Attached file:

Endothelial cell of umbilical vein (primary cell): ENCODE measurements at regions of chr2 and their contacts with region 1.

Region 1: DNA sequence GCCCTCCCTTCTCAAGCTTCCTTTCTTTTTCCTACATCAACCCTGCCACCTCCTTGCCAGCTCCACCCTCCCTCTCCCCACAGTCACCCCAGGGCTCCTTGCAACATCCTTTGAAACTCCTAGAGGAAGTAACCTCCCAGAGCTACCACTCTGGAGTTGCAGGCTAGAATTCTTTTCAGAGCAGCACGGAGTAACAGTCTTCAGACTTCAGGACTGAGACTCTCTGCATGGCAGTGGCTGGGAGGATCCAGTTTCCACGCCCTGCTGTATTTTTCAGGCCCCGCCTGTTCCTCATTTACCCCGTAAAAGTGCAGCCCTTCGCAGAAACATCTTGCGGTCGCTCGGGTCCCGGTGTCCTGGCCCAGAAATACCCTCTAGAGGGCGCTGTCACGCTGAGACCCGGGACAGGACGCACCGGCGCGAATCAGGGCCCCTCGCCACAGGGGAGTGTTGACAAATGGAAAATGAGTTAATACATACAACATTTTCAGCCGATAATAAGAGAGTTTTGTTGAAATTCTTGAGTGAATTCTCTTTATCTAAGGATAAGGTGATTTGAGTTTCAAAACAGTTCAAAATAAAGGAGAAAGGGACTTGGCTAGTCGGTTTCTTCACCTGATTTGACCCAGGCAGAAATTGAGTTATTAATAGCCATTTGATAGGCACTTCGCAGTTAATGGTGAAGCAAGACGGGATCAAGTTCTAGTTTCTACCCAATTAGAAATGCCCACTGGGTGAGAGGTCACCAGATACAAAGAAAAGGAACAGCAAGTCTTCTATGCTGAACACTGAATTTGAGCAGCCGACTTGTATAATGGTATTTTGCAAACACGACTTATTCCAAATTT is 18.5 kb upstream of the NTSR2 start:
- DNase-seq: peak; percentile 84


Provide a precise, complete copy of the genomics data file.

Endothelial cell of umbilical vein (primary cell): ENCODE measurements at regions of chr2 and their contacts with region 1.

Region 1: DNA sequence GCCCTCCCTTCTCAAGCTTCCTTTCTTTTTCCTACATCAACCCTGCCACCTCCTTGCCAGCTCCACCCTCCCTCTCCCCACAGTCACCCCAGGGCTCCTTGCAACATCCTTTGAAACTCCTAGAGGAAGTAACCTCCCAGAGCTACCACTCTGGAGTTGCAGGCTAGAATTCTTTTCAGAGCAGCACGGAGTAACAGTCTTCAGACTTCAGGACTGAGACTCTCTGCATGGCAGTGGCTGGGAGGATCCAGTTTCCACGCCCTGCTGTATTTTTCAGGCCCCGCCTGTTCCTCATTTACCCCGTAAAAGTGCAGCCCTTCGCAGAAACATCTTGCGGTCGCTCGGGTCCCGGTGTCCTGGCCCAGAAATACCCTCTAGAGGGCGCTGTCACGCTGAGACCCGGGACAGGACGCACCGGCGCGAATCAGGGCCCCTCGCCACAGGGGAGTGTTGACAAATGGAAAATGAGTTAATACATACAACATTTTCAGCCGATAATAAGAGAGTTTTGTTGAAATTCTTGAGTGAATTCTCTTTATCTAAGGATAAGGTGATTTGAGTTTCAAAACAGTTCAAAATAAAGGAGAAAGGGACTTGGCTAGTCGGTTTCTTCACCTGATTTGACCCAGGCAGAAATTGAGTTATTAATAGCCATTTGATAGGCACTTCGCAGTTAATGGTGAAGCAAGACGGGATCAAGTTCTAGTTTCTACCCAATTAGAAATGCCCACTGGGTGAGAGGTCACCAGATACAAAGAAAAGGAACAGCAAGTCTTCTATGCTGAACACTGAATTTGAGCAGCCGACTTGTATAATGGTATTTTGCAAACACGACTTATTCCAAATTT is 18.5 kb upstream of the NTSR2 start:
- DNase-seq: peak; percentile 84